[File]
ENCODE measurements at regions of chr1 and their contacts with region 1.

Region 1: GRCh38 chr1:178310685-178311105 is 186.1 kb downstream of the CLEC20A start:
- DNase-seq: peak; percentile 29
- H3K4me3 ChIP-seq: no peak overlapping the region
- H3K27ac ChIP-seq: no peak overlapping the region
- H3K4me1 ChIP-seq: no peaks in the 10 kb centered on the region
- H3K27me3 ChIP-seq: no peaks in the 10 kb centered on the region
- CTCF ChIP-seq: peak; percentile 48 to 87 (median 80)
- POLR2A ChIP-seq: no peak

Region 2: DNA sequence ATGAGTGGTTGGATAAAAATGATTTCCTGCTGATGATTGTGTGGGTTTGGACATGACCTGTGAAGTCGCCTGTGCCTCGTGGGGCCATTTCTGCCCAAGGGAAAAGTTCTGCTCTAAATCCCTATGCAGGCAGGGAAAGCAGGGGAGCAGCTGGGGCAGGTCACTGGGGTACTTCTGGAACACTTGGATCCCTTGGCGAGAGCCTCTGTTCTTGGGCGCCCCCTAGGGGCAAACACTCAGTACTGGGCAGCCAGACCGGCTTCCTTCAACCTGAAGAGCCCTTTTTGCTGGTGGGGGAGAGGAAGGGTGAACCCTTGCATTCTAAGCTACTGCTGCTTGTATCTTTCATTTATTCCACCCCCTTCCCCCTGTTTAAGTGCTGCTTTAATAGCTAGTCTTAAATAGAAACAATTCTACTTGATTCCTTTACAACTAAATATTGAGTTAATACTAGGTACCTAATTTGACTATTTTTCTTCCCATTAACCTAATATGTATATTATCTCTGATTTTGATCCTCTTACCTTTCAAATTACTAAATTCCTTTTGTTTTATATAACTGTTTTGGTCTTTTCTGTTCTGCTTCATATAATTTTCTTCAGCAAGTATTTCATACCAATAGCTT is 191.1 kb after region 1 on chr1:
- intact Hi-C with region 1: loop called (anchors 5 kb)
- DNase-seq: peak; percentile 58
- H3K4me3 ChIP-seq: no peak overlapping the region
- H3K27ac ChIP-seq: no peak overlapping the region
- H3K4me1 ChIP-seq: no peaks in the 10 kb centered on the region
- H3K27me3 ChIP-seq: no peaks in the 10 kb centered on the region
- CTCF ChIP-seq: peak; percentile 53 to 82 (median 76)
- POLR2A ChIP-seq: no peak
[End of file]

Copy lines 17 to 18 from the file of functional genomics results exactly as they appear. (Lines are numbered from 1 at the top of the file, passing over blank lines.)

- CTCF ChIP-seq: peak; percentile 53 to 82 (median 76)
- POLR2A ChIP-seq: no peak